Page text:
I write and speak often about the centrality of community to the Jewish experience. John Donne posited that "no man is an island" . . . Judaism posits that no lone Jew is a self-sufficient island either.
We are dependent on each other in a myriad of ways: We need 9 other Jews to read Torah, to praise God with the words of the Kaddish, to bring a child into the covenanted community of Israel . . . we need a community of Jews to educate our children, to educate ourselves, to be inspired and supported.
This week's Torah reading establishes the principle of "stakeholder" in the community of Israel . . . according to this week's Torah reading every adult Israelite was required to donate a half shekel to support the rituals of the wilderness Tabernacle. The half shekel was a modest amount of money, within the means of all but the community's destitute.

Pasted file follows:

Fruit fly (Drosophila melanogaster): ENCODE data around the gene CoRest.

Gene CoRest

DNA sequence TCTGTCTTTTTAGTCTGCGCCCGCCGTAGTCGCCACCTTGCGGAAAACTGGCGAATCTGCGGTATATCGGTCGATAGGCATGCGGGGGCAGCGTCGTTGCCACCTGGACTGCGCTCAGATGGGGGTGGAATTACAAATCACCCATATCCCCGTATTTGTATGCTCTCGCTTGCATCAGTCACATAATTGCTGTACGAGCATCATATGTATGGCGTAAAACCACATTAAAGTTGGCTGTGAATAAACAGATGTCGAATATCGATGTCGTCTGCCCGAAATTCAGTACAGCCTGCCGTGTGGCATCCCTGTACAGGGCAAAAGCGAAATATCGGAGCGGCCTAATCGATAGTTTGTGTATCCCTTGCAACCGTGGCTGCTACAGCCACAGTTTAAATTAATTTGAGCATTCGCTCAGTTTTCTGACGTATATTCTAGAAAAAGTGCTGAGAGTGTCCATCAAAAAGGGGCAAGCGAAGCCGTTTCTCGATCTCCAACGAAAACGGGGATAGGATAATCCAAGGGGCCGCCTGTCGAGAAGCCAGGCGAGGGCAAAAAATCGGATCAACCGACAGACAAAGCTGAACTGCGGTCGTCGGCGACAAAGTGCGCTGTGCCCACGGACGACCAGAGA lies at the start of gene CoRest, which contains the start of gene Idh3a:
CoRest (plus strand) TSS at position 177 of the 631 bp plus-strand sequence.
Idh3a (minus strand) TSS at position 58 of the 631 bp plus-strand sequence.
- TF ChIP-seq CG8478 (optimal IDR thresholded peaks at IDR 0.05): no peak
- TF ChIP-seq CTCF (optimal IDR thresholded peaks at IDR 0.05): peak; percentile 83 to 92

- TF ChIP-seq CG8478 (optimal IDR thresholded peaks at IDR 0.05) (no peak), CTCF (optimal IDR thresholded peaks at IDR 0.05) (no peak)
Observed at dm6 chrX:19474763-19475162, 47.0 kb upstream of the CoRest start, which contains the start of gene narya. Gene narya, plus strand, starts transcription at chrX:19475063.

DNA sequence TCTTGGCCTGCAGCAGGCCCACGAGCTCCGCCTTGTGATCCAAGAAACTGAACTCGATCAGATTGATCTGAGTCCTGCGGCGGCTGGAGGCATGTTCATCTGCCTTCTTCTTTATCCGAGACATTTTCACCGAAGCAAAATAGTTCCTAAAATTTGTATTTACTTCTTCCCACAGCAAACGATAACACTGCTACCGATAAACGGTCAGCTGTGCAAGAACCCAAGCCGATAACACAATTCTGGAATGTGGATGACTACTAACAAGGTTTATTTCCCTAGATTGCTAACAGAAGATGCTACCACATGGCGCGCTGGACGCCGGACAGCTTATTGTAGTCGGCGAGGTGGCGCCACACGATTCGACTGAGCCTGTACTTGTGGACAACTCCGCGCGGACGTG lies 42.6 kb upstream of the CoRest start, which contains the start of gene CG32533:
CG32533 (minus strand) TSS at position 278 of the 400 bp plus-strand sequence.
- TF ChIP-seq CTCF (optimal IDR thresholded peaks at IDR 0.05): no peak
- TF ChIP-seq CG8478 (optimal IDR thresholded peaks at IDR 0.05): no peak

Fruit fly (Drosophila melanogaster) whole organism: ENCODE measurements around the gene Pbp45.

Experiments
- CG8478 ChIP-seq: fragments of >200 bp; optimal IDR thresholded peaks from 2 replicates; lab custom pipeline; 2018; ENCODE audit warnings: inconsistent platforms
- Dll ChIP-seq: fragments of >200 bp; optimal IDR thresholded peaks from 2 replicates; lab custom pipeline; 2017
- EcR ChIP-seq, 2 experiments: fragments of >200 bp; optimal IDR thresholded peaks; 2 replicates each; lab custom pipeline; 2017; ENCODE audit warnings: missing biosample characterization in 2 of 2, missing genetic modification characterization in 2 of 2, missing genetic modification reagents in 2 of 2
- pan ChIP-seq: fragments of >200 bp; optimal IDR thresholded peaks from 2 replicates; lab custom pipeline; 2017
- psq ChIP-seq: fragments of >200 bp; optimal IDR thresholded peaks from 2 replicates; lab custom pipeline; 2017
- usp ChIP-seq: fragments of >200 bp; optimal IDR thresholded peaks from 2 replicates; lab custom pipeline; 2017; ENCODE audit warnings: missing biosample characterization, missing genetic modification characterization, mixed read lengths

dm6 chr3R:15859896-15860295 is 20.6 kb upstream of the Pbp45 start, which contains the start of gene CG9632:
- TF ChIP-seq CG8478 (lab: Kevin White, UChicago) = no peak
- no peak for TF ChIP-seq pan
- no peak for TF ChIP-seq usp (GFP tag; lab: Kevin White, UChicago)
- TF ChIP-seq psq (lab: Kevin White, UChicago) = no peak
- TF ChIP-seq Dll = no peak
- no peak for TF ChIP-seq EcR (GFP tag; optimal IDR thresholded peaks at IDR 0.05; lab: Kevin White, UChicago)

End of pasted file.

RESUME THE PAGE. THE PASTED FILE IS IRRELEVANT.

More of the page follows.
There were always opportunities for people of greater means to contribute more to the sustenance of the Tabernacle, the Cohanim/Priests and Levi'im/Levites.
But the universal application of the half-shekel donation meant that everyone was a stakeholder, everyone could look everyone else in the eye knowing that everyone had met the elemental obligation of community responsibility.
Today, the half-shekel has evolved into synagogue dues . . . but the power of looking each other in the eye and knowing that together we have sustained the central institution of our community is the same.